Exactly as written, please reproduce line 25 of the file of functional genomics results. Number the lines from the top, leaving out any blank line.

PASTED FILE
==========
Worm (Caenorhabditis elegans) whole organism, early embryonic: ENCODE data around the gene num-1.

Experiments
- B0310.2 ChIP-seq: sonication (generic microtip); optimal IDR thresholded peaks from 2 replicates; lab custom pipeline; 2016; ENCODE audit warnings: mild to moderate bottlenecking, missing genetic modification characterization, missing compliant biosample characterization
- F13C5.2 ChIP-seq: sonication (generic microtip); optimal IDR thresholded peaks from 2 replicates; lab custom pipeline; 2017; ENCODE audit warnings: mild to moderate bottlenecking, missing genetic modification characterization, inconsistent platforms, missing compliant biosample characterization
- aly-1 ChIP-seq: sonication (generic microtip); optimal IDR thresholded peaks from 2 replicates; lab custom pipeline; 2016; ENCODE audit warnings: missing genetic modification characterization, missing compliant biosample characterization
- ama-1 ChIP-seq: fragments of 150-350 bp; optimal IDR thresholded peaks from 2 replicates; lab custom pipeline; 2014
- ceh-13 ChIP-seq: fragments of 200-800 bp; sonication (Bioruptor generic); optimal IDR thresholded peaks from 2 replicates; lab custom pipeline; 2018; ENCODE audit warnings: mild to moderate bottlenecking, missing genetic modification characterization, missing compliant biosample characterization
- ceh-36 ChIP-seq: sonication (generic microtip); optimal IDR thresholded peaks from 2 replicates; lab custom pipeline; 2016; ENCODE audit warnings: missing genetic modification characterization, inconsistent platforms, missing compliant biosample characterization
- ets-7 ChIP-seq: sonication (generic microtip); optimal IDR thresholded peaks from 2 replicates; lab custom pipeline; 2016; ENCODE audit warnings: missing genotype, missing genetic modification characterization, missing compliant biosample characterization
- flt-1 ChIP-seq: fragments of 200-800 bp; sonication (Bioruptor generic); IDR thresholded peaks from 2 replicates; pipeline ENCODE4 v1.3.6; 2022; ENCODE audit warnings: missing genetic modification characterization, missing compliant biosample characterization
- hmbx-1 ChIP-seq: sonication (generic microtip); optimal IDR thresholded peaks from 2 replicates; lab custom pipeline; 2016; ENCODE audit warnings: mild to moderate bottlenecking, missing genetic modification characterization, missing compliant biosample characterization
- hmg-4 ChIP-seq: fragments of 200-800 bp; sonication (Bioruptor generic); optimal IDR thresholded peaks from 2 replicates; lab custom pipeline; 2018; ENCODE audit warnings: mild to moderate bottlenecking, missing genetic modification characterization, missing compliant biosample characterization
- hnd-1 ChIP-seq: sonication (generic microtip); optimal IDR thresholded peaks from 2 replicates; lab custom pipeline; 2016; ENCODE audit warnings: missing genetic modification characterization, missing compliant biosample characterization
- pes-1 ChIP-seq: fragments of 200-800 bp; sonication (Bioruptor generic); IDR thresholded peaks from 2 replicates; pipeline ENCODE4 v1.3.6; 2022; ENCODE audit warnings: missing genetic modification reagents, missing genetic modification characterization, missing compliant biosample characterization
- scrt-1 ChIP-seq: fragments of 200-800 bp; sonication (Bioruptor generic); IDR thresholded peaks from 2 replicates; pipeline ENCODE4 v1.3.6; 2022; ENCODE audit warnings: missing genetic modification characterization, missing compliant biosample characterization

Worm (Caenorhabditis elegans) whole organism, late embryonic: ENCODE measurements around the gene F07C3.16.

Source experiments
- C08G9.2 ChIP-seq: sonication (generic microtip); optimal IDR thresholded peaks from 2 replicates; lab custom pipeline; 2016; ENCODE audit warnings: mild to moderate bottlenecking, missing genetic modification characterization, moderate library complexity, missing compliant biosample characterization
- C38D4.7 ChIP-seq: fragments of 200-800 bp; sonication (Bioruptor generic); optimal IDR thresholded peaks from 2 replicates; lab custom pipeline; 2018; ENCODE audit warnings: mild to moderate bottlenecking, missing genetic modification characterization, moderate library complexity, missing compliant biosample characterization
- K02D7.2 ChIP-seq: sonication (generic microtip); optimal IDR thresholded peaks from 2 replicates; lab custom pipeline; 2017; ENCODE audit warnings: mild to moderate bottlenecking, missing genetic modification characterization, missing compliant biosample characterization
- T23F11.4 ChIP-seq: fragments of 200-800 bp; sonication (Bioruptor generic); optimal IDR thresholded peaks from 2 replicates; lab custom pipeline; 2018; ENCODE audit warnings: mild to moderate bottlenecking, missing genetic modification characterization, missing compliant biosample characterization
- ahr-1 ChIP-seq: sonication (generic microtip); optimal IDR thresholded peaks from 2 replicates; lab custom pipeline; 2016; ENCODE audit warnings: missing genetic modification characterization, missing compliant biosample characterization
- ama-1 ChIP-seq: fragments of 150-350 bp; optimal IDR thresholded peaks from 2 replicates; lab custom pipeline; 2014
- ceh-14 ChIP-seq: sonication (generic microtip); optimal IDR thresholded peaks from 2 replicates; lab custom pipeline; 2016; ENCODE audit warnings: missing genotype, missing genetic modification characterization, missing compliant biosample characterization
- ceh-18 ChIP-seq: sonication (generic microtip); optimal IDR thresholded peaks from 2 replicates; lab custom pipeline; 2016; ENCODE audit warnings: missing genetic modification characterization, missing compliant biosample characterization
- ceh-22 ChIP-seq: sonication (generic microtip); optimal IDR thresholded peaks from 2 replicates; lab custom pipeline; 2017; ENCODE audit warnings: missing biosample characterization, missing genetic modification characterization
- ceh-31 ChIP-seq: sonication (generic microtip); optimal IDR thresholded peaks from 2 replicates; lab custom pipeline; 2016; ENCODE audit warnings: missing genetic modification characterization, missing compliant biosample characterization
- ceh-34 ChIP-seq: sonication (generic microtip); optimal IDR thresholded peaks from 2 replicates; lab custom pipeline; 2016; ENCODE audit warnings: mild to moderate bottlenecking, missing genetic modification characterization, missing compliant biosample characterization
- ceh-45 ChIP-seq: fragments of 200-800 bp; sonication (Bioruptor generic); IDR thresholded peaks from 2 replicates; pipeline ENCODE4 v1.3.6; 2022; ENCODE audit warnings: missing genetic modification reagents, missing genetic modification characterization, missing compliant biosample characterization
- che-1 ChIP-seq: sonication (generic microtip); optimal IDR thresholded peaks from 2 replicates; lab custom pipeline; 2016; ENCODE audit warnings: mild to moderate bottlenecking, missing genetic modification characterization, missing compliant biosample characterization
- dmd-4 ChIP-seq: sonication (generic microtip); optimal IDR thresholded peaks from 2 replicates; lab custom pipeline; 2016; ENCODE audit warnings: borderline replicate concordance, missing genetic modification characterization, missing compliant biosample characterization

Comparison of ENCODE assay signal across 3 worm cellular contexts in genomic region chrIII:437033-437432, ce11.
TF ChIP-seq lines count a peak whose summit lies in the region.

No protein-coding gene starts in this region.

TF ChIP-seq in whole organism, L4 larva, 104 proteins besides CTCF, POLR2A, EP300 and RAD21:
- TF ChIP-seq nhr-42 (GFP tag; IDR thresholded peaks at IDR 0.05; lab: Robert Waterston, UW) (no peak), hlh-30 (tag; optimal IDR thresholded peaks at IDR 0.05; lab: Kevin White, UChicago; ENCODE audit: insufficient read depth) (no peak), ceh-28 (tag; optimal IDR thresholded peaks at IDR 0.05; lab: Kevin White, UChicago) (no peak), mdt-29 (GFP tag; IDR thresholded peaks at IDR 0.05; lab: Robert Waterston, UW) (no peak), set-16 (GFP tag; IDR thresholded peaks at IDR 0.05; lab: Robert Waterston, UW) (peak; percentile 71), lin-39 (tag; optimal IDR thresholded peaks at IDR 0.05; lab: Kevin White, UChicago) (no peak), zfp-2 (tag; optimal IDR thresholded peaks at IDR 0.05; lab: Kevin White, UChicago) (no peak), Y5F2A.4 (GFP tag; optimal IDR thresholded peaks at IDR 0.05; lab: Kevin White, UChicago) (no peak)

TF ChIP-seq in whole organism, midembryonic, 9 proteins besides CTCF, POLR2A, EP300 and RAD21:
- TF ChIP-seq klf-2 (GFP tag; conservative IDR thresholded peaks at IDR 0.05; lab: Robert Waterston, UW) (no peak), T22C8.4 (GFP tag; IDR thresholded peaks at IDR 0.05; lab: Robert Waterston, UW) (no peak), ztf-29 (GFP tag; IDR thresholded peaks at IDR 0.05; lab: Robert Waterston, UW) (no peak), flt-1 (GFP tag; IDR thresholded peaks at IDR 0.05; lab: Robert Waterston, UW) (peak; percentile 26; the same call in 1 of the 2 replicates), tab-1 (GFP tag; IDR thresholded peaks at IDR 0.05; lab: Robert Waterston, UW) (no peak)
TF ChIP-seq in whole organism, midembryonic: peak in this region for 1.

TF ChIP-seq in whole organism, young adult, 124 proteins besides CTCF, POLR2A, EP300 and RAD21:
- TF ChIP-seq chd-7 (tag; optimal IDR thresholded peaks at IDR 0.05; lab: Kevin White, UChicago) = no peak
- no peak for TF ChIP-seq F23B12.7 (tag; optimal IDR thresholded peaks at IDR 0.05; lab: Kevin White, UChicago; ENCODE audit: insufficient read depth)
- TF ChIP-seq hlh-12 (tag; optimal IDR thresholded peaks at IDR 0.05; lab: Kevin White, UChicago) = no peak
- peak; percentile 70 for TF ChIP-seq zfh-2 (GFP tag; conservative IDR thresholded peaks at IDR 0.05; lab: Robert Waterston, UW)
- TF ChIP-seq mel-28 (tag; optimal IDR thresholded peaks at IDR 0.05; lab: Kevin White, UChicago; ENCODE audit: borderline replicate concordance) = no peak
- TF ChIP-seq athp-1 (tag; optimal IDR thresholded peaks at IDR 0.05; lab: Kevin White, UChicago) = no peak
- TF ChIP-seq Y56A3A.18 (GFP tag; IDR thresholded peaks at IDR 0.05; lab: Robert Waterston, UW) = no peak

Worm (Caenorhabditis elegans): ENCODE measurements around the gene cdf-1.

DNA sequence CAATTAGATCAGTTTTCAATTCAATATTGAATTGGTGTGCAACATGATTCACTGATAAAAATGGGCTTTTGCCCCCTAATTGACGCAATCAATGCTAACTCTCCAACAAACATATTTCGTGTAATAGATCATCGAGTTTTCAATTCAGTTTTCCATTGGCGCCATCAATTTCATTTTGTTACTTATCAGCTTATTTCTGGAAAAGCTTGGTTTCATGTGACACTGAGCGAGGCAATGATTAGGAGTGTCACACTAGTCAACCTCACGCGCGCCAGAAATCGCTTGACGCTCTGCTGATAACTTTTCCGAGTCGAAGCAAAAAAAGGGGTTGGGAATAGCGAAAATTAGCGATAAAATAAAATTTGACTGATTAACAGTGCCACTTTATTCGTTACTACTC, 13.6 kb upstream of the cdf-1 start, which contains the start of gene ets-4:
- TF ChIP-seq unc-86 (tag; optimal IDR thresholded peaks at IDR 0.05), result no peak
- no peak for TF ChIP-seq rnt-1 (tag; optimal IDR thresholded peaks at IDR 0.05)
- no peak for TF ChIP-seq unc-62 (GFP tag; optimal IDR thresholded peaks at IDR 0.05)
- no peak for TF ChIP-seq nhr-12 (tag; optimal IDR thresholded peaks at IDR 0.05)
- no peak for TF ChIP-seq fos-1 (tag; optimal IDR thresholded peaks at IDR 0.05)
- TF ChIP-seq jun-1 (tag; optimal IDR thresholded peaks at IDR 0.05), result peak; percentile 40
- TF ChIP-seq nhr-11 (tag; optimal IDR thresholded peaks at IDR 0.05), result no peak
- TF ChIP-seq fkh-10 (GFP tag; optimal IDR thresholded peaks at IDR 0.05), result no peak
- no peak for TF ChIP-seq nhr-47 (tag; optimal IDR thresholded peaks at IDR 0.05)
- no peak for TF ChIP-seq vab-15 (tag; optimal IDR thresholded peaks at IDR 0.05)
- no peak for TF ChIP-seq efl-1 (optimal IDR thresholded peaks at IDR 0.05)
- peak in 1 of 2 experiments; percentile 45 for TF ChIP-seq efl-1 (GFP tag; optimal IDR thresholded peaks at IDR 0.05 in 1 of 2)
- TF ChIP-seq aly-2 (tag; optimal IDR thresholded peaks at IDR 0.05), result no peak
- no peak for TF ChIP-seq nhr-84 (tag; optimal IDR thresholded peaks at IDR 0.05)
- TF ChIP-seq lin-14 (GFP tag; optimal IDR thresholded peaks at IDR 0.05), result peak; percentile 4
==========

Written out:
- ceh-18 ChIP-seq: sonication (generic microtip); optimal IDR thresholded peaks from 2 replicates; lab custom pipeline; 2016; ENCODE audit warnings: missing genetic modification characterization, missing compliant biosample characterization